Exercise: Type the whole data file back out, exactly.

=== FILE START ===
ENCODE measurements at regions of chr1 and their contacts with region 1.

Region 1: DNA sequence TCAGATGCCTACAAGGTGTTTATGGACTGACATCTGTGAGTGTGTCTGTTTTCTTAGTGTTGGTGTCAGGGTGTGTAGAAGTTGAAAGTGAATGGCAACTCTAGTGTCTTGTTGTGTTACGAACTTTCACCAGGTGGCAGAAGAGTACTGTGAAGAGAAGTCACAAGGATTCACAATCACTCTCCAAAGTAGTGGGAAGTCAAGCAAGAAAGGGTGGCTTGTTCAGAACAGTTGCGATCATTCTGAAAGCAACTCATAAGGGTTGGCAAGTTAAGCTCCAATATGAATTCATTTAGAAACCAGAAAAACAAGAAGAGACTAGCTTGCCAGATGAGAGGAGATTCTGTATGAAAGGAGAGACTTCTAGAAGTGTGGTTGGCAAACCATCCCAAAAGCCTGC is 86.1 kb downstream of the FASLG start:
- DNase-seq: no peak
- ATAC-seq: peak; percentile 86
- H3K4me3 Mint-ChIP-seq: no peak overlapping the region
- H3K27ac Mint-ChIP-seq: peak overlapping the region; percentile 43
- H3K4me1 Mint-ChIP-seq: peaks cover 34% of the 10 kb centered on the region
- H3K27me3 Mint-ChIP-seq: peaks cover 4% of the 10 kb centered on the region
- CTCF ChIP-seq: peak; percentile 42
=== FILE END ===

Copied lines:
ENCODE measurements at regions of chr1 and their contacts with region 1.

Region 1: DNA sequence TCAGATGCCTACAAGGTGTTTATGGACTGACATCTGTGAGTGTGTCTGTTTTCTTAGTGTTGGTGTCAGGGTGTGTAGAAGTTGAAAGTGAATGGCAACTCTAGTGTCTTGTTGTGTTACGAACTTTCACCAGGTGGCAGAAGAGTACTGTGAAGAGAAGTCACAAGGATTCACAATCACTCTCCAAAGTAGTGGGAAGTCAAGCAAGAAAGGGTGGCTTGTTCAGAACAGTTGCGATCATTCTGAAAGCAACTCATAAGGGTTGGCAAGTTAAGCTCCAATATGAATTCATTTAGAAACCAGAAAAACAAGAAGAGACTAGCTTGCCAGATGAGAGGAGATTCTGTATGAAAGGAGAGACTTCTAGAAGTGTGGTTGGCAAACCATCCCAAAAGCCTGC is 86.1 kb downstream of the FASLG start:
- DNase-seq: no peak
- ATAC-seq: peak; percentile 86
- H3K4me3 Mint-ChIP-seq: no peak overlapping the region
- H3K27ac Mint-ChIP-seq: peak overlapping the region; percentile 43
- H3K4me1 Mint-ChIP-seq: peaks cover 34% of the 10 kb centered on the region
- H3K27me3 Mint-ChIP-seq: peaks cover 4% of the 10 kb centered on the region
- CTCF ChIP-seq: peak; percentile 42